“Gaylord Perry was a consistent workhorse and a memorable figure in his Hall of Fame career,” MLB Commissioner Rob Manfred said in a statement, adding, “he will be remembered among the most accomplished San Francisco Giants ever … and remained a popular teammate and friend throughout his life.”

Perry was drafted by the San Francisco Giants and spent 10 seasons among legendary teammates like Hall of Famer Willie Mays, who said Thursday that Perry “was a good man, a good ballplayer and my good friend. So long old Pal.”

Juan Marichal remembered Perry as “smart, funny, and kind to everyone in the clubhouse. When he talked, you listened.”

“During our 10 seasons together in the San Francisco Giants rotation, we combined to record 369 complete games, more than any pair of teammates in the Major Leagues,” Marichal said. “I will always remember Gaylord for his love and devotion to the game of baseball, his family, and his farm.”

Perry, who pitched for eight major-league teams from 1962 until 1983, was a five-time All-Star who was elected to the Hall of Fame in 1991. He had a career record of 314-255, finished with 3,554 strikeouts and used a pitching style where he doctored baseballs or made batters believe he was doctoring them.

The National Baseball Hall of Fame said in a statement that Perry was “one of the greatest pitchers of his generation.” The Texas Rangers, whom Perry played for twice, said in a statement that the pitcher was “a fierce competitor every time he took the ball and more often than not gave the Rangers an opportunity to win the game.”

“The Rangers express their sincere condolences to Gaylord’s family at this difficult time,” the team’s statement said. “This baseball great will be missed.”

Perry’s 1974 autobiography was titled “Me and the Spitter,” and he wrote it in that when he started in 1962 he was the “11th man on an 11-man pitching staff” for the Giants. He needed an edge and learned the spitball from San Francisco teammate Bob Shaw.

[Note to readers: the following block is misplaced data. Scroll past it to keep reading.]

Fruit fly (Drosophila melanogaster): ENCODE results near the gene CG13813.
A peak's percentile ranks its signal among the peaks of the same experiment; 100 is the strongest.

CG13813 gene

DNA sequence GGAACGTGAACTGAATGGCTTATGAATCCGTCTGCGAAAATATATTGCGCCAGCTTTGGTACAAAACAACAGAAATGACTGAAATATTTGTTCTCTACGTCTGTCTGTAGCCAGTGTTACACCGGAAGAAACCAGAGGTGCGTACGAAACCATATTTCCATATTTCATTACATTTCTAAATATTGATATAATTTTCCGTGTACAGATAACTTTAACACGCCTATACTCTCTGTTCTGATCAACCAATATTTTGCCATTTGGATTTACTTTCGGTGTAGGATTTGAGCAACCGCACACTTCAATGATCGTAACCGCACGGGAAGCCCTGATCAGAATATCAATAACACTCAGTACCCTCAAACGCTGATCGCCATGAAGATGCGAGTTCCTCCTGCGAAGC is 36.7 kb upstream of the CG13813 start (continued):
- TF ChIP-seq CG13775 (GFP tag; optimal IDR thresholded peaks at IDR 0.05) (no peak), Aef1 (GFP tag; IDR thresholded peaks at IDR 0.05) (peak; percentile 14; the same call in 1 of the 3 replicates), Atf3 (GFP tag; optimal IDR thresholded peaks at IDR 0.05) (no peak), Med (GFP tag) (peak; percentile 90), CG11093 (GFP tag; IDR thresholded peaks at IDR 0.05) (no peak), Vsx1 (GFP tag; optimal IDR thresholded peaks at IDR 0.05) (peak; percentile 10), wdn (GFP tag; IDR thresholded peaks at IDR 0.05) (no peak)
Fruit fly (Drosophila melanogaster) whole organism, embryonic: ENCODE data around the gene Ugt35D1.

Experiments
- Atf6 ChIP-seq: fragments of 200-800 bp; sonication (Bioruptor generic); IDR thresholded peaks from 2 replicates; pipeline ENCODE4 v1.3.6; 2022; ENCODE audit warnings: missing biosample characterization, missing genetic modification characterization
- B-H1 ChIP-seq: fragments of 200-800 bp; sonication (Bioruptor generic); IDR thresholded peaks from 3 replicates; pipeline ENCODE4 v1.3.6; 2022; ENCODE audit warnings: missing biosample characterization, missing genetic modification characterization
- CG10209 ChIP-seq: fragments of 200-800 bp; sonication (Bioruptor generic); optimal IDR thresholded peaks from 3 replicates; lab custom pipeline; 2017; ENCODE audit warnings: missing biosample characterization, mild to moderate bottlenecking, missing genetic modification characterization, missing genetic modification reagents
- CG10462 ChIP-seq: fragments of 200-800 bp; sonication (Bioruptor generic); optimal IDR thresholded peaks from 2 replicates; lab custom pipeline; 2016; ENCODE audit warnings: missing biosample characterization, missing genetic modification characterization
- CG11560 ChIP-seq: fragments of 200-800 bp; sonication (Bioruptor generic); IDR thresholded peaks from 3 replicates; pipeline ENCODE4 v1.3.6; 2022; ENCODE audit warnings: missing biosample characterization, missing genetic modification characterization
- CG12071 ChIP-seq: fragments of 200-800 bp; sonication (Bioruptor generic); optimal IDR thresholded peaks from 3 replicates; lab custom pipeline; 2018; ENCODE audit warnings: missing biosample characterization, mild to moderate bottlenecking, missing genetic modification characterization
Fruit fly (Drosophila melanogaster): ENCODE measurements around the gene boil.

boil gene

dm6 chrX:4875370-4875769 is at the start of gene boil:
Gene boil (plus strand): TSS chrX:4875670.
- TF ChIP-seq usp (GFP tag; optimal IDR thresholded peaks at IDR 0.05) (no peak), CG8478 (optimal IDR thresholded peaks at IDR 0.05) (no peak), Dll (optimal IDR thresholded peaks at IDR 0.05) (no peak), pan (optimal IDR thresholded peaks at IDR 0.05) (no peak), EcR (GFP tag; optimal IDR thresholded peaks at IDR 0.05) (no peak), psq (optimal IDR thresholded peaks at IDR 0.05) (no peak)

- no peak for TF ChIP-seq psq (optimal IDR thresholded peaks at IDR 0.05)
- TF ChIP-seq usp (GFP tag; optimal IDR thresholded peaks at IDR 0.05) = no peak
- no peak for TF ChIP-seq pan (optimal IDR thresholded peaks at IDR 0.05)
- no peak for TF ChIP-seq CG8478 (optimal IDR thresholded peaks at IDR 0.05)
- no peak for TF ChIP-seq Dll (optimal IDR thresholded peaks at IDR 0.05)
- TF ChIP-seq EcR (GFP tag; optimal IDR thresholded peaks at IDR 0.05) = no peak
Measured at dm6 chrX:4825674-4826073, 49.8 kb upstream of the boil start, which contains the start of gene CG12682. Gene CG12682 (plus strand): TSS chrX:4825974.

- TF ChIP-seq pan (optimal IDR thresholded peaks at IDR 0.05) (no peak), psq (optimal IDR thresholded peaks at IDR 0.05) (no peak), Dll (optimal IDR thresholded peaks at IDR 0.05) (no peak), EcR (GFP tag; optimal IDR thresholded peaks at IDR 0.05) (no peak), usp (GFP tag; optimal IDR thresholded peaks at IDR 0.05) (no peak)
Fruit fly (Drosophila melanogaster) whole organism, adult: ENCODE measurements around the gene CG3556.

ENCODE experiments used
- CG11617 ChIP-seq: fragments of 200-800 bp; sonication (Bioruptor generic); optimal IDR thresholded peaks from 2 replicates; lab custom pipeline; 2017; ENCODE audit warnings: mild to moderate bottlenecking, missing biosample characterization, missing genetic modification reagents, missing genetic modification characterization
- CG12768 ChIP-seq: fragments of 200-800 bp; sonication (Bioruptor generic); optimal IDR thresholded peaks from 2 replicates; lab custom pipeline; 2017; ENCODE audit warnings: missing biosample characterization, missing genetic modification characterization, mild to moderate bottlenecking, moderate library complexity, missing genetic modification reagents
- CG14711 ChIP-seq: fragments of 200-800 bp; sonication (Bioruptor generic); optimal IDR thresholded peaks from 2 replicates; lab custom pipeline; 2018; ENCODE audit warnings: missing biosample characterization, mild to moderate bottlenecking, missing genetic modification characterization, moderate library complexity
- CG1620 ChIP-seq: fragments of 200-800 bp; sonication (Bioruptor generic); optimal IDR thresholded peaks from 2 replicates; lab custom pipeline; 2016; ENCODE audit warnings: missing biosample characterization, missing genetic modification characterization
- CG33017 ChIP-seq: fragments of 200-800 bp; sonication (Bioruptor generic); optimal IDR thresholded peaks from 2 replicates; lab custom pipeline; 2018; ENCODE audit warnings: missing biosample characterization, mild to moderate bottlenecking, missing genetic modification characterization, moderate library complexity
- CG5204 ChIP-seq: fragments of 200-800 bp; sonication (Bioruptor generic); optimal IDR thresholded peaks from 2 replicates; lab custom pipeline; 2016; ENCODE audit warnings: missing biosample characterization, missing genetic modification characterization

Perry said he first threw it in May 1964 against the New York Mets, pitched 10 innings without giving up a run and soon after entered the Giants’ starting rotation.

He also wrote in the book that he chewed slippery elm bark to build up his saliva, and eventually stopped throwing the pitch in 1968 after MLB ruled pitchers could no longer touch their fingers to their mouths before touching the baseball.

According to his book, he looked for other substances, like petroleum jelly, to doctor the baseball. He used various motions and routines to touch different parts of his jersey and body to get hitters thinking he was applying a foreign substance.

Giants teammate Orlando Cepeda said Perry had “a great sense of humor … a great personality and was my baseball brother.”

“In all my years in baseball, I never saw a right-handed hurler have such a presence on the field and in the clubhouse,” Cepeda added.

Seattle Mariners Chairman John Stanton said in a release that he spoke with Perry during his last visit to Seattle, saying Perry was, “delightful and still passionate in his opinions on the game, and especially on pitching.

Perry was ejected from a game just once for doctoring a baseball – when he was with Seattle in August 1982. In his final season with Kansas City, Perry and teammate Leon Roberts tried to hide George Brett’s infamous pine-tar bat in the clubhouse but was stopped by a guard. Perry was ejected for his role in that game, too.

After his career, Perry founded the baseball program at Limestone College in Gaffney and was its coach for the first three years.

Perry is survived by wife Deborah, and three of his four children in Allison, Amy and Beth. Perry’s son Jack had previously died.

Deborah Perry said in a statement to The AP that Gaylord Perry was “an esteemed public figure who inspired millions of fans and was a devoted husband, father, friend and mentor who changed the lives of countless people with his grace, patience and spirit.”

The Hall of Fame’s statement noted that Perry often returned for induction weekend “to be with his friends and fans.”

“We extend our deepest sympathy to his wife, Deborah, and the entire Perry family,” Baseball Hall of Fame chairman Jane Forbes Clark said.